Dad started carving after he retired, and his work is just beautiful. I talked him out of few of his woodburnings, which I love, and his Christmas Santas have been gracing our mantle for many years now, their number increasing with each passing year.
He also has Alzheimers.
This fall I bravely asked him to make something just for me, and to think of me while he was creating it. He did, and I wish I could do it justice with this picture – it’s a stunning relief carving of a scene from my imagination, and I couldn’t love it more.
This whole series of pictures – the transformation as time goes by is lovely.
And Dad … I don’t know, but seeing these pictures of him, so focused – he’s working away, just for me, and that makes me cry. The carving itself, the time he spent, the inscription on the back – all of it. What a gift.
His diagnosis came in August, and although there were some signs and we knew he was predisposed, still. It threw me for a loop. It’s still mild – I’m so grateful for that – yet we are noticing more memory slips, which is hard. Dad and Mom talk about “Little Al” openly – such an unpredictable visitor!
Last week he forgot that he likes barbecue beef pizza from Papa Ray’s, and wondered what the meat was. He and Mom went to Papa Ray’s on their first date, well over 60 years ago now, and when Mom told me about this she said, “It’s really sad.”
Indeed. More than six decades of shared memories and now, some of them are only hers.
There have been some real bright spots though – getting some pain relief in his back and hips, and correcting a very low B12 level have brought him back to life. He says he feels better than he has in a long time. Irony.
Recently when I walked into their house, he greeted me with, “Well hello, Toots!” That’s been his name for me for as long as I can remember … but I hadn’t heard it in a good while. Another time, he grabbed me up for a second hug before he left, and he held onto me for a long time. Gifts.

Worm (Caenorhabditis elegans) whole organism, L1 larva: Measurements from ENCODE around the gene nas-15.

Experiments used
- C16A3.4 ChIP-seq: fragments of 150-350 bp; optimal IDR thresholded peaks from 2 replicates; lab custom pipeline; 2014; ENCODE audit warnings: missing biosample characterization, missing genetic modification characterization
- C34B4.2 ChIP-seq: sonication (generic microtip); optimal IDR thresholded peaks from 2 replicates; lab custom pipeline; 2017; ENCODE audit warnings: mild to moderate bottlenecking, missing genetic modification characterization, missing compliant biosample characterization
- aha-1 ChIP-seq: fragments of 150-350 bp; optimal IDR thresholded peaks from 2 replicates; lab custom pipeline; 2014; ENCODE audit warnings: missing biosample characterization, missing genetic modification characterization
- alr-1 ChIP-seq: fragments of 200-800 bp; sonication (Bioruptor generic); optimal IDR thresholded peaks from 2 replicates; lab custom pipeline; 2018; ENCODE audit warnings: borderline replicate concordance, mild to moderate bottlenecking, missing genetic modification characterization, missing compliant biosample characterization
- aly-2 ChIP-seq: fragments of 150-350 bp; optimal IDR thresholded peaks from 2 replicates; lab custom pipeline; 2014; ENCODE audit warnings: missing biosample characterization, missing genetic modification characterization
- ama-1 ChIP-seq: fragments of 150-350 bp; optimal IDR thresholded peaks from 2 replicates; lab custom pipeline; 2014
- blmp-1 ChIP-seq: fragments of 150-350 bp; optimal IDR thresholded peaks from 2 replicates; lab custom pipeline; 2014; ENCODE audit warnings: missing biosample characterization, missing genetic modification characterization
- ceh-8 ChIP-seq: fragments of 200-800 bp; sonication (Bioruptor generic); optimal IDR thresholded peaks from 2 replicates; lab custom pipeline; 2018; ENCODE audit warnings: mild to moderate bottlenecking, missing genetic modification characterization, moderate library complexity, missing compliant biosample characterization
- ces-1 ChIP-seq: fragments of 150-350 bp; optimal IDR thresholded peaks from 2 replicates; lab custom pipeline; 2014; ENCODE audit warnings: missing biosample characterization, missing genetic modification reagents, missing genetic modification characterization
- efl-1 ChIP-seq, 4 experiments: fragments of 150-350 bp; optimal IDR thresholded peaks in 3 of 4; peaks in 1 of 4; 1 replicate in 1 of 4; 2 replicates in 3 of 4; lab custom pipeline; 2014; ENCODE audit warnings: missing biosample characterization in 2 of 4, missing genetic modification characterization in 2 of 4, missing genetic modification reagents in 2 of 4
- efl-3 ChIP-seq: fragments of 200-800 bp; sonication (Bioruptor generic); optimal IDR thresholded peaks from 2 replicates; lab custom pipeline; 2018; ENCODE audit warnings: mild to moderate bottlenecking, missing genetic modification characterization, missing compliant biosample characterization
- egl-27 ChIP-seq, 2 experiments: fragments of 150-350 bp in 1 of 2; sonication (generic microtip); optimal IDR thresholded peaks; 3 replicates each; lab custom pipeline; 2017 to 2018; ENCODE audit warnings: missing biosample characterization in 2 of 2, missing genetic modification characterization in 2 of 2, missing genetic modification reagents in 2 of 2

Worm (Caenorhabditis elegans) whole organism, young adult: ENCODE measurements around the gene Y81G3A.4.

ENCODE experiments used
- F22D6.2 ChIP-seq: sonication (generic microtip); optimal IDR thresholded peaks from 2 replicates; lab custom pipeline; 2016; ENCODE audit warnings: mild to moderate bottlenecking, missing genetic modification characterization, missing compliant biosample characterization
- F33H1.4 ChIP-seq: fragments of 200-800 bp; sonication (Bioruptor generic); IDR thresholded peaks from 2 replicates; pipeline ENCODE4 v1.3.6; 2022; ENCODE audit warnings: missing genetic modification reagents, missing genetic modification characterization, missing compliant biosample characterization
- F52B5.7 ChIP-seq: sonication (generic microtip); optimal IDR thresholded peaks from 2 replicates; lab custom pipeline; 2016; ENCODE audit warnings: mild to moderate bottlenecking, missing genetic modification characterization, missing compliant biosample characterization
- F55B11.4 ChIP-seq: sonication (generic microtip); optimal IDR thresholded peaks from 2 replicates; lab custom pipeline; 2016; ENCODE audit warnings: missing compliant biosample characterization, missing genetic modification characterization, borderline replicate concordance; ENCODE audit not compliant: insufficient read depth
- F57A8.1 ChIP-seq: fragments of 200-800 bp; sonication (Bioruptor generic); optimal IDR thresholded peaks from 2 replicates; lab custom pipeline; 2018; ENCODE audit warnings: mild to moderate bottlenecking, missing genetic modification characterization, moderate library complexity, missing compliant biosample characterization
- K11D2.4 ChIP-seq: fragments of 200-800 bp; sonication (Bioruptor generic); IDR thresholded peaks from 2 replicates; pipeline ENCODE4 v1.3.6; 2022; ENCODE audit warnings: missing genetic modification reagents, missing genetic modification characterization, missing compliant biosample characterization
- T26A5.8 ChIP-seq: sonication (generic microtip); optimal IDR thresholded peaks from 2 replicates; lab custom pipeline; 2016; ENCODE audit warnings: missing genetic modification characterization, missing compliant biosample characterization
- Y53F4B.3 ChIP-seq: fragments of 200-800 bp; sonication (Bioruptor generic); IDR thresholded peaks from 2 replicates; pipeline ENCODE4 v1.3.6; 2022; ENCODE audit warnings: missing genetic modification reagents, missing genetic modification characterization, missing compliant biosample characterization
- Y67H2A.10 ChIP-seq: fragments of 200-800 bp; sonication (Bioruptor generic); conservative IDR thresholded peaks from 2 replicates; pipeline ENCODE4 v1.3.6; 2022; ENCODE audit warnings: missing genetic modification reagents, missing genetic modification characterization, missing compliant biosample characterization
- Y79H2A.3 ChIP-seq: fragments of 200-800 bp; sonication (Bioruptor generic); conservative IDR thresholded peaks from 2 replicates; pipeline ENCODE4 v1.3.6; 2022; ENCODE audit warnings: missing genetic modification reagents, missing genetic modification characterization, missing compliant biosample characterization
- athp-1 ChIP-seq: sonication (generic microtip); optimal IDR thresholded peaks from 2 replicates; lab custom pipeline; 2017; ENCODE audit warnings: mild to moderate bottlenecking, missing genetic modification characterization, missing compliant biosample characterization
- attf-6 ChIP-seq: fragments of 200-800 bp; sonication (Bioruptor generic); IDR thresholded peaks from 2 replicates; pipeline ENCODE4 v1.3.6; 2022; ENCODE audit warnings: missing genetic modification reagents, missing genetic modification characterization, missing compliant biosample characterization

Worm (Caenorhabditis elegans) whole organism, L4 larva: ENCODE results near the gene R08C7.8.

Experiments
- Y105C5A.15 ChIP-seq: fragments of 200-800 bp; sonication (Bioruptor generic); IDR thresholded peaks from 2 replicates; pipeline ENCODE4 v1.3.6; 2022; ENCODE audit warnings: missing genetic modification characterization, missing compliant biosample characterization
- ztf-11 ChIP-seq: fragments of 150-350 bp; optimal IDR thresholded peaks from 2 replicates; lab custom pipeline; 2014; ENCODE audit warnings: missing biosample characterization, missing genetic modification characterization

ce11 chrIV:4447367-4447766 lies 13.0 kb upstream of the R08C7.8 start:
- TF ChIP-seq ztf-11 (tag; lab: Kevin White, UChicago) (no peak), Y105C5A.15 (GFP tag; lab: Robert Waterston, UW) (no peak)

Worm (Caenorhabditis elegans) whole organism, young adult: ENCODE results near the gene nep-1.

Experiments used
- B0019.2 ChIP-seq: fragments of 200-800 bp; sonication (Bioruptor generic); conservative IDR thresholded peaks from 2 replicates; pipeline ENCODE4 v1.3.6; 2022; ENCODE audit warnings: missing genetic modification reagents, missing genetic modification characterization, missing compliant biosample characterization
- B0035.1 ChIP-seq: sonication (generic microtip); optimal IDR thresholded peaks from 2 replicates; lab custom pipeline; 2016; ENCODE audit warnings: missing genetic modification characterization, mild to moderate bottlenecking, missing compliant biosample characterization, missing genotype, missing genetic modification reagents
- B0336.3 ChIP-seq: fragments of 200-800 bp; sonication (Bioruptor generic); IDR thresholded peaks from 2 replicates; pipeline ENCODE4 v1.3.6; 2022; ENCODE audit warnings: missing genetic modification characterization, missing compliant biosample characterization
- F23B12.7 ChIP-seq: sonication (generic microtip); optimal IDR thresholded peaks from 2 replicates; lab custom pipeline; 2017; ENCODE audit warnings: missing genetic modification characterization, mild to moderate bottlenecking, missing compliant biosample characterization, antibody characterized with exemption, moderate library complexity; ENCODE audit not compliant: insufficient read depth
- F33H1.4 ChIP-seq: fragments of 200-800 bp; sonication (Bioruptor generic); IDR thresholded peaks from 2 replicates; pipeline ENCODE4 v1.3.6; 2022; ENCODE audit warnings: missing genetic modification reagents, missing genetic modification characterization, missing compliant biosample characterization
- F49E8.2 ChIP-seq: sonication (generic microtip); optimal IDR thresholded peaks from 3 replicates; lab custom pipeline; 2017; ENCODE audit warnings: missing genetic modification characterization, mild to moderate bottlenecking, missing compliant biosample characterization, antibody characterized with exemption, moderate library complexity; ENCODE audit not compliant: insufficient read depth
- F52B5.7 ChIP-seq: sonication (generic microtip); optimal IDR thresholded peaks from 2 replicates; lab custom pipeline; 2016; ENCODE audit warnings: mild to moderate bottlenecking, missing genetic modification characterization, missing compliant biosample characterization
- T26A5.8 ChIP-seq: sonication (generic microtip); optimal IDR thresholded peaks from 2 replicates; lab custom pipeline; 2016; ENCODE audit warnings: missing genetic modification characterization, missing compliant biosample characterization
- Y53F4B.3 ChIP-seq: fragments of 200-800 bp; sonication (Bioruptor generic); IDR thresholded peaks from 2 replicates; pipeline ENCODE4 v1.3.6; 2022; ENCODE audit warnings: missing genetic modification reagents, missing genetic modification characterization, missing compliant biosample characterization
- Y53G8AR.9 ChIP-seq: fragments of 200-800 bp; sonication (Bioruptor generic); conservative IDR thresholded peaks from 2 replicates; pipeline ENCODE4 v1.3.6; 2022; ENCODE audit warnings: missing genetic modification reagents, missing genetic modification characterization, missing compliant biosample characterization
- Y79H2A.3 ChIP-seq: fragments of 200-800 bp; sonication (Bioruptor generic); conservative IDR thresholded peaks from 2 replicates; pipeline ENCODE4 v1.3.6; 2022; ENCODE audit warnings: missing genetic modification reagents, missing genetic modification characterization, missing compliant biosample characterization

I’m working at gleaning his growing-up memories, and it is fascinating to listen to him tell stories that I have never heard before, about people mostly long gone. Some I barely got the chance to know – his parents died when I was 5 – and others I knew but clearly didn’t know much about! Lots of family lore and childhood mischief are shared with me, and the best part is that I have audio recordings. They already feel priceless.
There’s no way for us to know how things will look as time goes by. Unlike my beautiful relief carving, there are no boundaries, no rules, no order, to Alzheimers – it will do what it does, in its time, and we cannot predict it. We can only respond. There is no use wasting energy worrying about what may or may not happen … it doesn’t add a single minute to tomorrow, it does not change any outcome, but it does waste time today. I can’t respond well today if I’m busy worrying about tomorrow.
Little Al does not define Dad, at all. His identity lies elsewhere – first and foremost as a child of God. He’s a faithful husband, for more than 62 years now. He’s a loving father to me and my brothers. He’s a grandpa and great grandpa many times over, and I’ve watched him pour loads of love into every single one of the babies. He’s an artist. He’s an amateur comedian – we have so many “Dad-isms” that make us laugh. He is generous and warm and kind and so well-loved by family and friends. THESE are the things that define him, and I’m proud to call him my father.